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My son ❤️
My son ❤️

Today it's my 38ᵗʰ birthday. I was born into privilege. Other people aren't as lucky.

I’m privileged to have a wonderful wife and son, to have a family.

I’m privileged that I’m middle-class, that I have a comfortable and stable job, that I have more job security during a crisis; I’m privileged that my worries for tomorrow are superficial; I’m lucky not to have debt.

I’m privileged to have found my vocation; to have a profession that I would practice even if I’d win the lottery tomorrow.

I’m privileged to have enough to eat and enjoy anything I’d like, such as cooking with extra-virgin olive oil and Irish grass-fed butter. Privileged to eat turkey, pork, bream, or salmon on every meal; to have whatever dessert I want, and fresh fruits, even when out of season and expensive. I’m privileged to eat delicious home-cooked meals every day.

I’m privileged to afford to go on vacation, and that in this Covid-19 pandemic, my biggest problem was that I got bored while working from home and that I’ve got unspent vacation days left.

I’m privileged to have gone to school, attending the Romanian public school system, which for all its problems, it’s extraordinary. We can only see how an incredible privilege this is when looking at the issues faced by poor children in Romanian villages or the US. And I have no life long debt from that education.

I’m privileged to be a European heterosexual white male, born into an official religion. Everywhere I go, all doors are open for me. I’m not judged for where I was born. I don’t have have to keep the receipt when going to the store to prove that I haven’t stolen anything. If I am rejected, I’m not dismissed because of my skin color, sexual orientation, being a Jew, or a woman.

I’m privileged to wear a size M or L for my tee-shirt. Even though I tend to get fat, I gravitate between overweight and XL, but no more than that. I’m privileged not to be “morbidly obese” and couldn’t get blamed for having a flaw of character because of my body constitution. I’m not condemned for gluttony, which is what society does against fat people.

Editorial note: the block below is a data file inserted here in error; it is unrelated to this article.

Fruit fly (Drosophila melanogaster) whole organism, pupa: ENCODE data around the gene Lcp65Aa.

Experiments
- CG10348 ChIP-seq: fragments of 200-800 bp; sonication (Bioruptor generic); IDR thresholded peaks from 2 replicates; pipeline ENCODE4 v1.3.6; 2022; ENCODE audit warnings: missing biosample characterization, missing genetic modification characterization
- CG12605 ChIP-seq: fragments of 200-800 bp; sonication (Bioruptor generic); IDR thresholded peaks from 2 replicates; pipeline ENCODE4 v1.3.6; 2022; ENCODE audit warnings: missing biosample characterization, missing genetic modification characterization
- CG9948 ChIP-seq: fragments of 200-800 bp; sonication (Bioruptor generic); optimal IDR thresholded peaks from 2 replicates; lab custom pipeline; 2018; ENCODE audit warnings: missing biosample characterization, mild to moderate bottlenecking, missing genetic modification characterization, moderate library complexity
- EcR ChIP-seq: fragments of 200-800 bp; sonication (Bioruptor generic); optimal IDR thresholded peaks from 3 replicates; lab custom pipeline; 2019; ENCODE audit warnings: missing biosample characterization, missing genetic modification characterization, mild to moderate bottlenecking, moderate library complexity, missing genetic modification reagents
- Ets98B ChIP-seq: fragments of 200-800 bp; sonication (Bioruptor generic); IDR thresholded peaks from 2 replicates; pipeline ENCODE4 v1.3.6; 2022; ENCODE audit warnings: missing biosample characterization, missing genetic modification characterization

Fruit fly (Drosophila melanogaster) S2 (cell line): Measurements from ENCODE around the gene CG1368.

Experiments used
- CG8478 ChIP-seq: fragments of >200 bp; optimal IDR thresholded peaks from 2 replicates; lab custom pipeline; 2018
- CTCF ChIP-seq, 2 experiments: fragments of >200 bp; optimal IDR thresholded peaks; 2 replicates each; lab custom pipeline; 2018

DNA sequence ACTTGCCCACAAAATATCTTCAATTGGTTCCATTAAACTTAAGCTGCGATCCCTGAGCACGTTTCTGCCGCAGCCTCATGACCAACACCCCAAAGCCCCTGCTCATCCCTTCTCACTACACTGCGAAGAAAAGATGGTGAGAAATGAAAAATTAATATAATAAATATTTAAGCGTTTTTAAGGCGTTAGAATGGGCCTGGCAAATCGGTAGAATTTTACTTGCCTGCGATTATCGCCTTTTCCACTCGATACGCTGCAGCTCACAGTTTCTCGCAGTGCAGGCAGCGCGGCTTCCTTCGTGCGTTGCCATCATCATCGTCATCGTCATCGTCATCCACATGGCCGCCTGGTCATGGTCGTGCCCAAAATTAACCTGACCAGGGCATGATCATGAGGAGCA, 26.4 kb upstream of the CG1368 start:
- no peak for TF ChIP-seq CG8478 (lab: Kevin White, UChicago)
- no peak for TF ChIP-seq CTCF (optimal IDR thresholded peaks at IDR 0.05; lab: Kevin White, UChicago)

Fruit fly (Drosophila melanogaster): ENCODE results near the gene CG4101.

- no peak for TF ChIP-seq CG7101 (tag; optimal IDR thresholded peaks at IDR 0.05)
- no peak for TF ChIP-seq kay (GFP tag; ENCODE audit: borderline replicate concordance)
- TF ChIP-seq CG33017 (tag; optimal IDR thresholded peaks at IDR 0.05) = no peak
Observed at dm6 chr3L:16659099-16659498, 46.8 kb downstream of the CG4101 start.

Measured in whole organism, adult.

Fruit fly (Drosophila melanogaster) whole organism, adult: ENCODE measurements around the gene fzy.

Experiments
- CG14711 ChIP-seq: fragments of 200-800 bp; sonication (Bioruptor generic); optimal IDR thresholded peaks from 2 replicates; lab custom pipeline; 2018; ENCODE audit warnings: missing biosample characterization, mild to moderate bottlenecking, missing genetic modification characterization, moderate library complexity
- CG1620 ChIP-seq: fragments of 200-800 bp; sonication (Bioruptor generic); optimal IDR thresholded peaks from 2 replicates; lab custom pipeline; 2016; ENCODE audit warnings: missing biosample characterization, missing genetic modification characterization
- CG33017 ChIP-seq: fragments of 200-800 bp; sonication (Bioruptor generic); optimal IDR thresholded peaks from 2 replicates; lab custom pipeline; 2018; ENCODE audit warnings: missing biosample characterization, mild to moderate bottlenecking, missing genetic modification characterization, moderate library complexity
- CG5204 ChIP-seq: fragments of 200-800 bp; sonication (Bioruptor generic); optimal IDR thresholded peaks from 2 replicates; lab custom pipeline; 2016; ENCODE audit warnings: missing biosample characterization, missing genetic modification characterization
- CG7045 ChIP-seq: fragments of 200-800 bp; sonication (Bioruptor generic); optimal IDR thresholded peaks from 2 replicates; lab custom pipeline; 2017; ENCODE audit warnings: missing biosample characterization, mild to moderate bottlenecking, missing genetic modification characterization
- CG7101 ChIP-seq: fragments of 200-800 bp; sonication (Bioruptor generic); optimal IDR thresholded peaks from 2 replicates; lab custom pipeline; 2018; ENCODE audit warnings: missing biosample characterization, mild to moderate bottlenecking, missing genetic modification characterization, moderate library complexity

I’m privileged to be healthy. But even if I had a problem, I have access to a public healthcare system, which has its issues, but it’s available. I wouldn’t have to sell my apartment to pay for my medical bills. As a middle-class white male (with money for tips and an attitude), I am prioritized. And if I’m not in the mood for public institutions, for staying in lines, I can always go to that private clinic that I’m subscribed to.

I was born in privilege. Other people aren’t as lucky.

I’m not writing this to feel good, or grateful for what I have, due to other people being less fortunate, even though that’s a thing. It’s essential to be mindful that many of us have a social privilege that placed us at the front of the pack, which gave us an advantage. That as much as we’d like to believe that we’ve made it due to hard work, that opportunities at birth are equal, that’s not true. And this is unfair, it’s unjust.

We work hard for what we have, for sure. But in our society, hard work isn’t everything. And the privilege we’re born into matters more.

Systemic racism, misogyny, antisemitism, fatphobia, xenophobia—these are issues even in 2020. And when people end up hating other human beings, based on class or category, most often than not, it is privilege they are protecting, not their hard work.

My son is and will be privileged. I’m glad that he is because he won’t be discriminated against. It’s not shameful to be born into privilege, but it is dumb luck.

Therefore I’m raising my son not to hate or discriminate against other people based on social position, race, ethnicity, religion, body size, sex, or sexual orientation. It’s the least I could do. And you should too.

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